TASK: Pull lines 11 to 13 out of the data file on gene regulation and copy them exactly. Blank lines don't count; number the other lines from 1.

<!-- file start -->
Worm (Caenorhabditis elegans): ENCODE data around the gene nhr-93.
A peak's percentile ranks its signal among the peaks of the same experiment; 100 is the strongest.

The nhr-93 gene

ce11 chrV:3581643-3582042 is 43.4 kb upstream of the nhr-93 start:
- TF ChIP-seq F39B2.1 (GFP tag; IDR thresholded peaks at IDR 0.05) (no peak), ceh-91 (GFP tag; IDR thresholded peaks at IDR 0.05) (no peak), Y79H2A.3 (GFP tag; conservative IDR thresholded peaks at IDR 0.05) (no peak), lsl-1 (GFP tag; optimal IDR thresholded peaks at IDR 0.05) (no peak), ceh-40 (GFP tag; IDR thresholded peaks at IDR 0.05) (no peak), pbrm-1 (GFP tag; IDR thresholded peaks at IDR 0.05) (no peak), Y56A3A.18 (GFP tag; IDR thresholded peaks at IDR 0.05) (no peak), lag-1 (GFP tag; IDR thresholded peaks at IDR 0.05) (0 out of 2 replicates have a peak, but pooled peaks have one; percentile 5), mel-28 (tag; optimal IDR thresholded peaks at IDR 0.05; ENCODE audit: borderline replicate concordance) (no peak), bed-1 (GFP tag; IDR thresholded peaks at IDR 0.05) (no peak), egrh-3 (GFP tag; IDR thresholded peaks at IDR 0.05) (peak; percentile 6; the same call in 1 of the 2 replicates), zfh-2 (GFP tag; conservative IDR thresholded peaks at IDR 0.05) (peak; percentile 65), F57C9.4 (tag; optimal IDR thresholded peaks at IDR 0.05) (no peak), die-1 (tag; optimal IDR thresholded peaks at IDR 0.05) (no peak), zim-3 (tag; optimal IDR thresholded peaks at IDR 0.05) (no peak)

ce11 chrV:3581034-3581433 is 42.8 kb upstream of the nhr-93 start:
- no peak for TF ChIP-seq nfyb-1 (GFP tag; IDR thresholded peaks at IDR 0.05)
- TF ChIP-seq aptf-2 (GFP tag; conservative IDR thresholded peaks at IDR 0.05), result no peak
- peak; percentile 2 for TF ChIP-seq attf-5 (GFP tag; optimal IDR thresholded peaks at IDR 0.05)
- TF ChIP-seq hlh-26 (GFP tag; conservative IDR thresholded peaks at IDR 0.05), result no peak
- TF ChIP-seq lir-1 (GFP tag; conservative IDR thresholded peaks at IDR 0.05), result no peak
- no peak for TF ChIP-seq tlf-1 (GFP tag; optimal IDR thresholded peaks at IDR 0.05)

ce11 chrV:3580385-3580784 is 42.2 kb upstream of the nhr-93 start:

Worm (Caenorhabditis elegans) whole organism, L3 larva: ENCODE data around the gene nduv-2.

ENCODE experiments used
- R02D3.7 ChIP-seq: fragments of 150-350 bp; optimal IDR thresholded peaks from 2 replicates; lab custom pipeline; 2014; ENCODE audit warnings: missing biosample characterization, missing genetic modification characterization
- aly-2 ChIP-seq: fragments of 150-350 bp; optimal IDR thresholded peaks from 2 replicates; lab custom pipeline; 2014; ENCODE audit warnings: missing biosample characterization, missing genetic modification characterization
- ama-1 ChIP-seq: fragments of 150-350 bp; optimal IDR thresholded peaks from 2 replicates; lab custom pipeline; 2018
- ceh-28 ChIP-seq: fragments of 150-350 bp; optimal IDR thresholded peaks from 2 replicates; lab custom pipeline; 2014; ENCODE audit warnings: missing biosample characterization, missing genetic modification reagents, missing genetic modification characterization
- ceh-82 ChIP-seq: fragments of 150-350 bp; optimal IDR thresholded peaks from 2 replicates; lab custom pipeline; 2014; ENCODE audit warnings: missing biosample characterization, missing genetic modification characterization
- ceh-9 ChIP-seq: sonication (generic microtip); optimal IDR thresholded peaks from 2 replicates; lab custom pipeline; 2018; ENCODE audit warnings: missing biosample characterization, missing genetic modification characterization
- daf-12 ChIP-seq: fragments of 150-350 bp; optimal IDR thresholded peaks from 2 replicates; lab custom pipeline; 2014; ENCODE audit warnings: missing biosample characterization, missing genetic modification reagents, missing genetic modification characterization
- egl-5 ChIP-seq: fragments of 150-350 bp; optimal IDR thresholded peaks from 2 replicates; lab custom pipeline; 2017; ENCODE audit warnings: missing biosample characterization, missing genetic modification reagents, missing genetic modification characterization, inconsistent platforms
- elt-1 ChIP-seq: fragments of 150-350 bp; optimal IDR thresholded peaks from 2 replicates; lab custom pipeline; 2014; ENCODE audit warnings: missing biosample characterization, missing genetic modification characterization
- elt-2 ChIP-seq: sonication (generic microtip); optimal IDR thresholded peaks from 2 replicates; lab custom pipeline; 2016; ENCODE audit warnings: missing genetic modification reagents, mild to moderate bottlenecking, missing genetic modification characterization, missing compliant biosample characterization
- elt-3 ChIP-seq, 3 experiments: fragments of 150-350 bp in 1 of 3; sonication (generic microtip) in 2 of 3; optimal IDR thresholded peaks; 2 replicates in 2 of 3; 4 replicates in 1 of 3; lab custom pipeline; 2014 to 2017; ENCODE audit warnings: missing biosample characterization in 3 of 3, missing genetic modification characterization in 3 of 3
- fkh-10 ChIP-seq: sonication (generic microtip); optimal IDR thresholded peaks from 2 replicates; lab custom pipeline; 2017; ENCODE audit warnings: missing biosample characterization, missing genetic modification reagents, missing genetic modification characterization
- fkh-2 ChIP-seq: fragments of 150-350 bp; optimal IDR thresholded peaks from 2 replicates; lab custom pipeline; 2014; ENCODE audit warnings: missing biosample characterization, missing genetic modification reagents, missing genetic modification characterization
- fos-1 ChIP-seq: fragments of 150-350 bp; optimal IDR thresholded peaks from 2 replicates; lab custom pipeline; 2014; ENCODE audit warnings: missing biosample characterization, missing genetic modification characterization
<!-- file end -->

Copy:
- TF ChIP-seq lir-1 (GFP tag; conservative IDR thresholded peaks at IDR 0.05), result no peak
- no peak for TF ChIP-seq tlf-1 (GFP tag; optimal IDR thresholded peaks at IDR 0.05)

ce11 chrV:3580385-3580784 is 42.2 kb upstream of the nhr-93 start: